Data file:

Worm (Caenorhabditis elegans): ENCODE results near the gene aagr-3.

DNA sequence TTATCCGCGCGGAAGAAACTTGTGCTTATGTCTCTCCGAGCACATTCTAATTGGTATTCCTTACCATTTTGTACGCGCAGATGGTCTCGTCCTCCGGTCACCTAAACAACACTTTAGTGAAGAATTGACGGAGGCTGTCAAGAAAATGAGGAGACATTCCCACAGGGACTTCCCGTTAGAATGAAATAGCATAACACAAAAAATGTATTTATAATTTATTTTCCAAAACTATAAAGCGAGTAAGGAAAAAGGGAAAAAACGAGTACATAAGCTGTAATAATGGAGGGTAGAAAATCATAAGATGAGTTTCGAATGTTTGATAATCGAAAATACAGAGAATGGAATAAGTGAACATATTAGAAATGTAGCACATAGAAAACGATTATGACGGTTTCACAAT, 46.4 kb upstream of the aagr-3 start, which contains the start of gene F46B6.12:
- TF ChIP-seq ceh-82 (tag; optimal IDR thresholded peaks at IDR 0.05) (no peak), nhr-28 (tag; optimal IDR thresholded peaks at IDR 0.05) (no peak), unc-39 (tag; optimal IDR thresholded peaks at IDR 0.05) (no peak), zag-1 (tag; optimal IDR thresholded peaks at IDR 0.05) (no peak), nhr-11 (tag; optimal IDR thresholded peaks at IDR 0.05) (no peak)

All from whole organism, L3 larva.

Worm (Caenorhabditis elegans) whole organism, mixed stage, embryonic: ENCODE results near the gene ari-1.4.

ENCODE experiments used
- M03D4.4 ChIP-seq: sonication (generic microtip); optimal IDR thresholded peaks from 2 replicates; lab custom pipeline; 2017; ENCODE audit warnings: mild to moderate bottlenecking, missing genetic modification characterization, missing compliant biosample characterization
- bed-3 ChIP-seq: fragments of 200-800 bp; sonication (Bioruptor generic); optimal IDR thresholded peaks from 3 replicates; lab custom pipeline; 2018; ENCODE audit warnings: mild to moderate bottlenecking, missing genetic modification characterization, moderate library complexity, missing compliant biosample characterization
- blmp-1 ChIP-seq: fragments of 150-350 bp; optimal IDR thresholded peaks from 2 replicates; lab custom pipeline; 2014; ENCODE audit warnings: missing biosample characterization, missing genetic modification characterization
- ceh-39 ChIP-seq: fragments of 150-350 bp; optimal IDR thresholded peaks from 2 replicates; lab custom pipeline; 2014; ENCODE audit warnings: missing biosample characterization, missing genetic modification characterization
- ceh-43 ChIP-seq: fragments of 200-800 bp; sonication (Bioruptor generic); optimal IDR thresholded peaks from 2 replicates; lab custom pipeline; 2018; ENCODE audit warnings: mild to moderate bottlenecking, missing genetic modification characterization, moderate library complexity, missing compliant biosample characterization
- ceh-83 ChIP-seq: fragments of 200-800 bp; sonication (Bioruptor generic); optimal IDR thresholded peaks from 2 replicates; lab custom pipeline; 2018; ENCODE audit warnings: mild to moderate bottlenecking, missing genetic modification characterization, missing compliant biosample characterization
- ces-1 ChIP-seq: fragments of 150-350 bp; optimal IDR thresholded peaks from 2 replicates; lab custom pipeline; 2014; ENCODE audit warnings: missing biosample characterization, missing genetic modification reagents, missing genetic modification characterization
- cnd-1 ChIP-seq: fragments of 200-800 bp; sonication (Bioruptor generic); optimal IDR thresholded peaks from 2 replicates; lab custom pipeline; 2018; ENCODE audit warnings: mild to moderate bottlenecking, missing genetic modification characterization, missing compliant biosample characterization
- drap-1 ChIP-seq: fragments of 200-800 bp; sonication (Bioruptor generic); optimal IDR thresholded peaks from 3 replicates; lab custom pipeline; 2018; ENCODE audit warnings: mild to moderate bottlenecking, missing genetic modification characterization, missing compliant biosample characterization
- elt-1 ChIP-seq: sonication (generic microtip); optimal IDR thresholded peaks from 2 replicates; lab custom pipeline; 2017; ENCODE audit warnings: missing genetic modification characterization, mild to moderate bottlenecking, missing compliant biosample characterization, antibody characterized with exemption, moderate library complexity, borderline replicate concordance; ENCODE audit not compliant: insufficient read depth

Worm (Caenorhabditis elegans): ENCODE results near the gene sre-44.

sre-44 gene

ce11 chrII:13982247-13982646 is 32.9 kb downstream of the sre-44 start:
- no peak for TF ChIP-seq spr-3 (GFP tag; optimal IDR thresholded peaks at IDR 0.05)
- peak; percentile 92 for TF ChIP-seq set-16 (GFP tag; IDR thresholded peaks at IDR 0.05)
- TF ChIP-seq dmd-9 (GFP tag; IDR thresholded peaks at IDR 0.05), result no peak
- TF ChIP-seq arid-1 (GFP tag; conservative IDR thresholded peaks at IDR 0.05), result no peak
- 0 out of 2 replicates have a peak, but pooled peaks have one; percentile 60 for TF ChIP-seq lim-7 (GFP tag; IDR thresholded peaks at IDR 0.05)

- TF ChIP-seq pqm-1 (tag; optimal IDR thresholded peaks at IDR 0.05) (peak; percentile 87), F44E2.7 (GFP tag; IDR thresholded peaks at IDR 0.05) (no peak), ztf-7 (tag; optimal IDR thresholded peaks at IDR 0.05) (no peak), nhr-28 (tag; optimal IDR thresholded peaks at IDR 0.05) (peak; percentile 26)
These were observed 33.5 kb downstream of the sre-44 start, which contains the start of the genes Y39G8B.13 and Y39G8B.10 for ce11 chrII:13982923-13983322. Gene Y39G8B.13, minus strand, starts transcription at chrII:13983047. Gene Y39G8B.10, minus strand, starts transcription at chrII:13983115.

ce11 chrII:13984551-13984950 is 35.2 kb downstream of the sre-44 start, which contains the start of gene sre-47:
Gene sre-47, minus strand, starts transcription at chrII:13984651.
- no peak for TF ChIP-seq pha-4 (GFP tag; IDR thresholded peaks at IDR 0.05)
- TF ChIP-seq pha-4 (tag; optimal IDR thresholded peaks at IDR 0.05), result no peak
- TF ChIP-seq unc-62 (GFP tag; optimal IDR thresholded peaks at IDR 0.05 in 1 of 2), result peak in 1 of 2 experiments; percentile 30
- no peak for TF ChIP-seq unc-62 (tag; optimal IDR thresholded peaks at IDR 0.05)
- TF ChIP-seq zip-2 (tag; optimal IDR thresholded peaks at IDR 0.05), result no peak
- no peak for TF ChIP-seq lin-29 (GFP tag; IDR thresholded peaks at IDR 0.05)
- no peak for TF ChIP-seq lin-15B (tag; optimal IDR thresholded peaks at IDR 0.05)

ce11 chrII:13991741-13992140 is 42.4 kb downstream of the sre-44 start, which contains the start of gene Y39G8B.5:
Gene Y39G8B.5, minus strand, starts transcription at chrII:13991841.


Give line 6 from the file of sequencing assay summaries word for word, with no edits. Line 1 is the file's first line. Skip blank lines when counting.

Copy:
ENCODE experiments used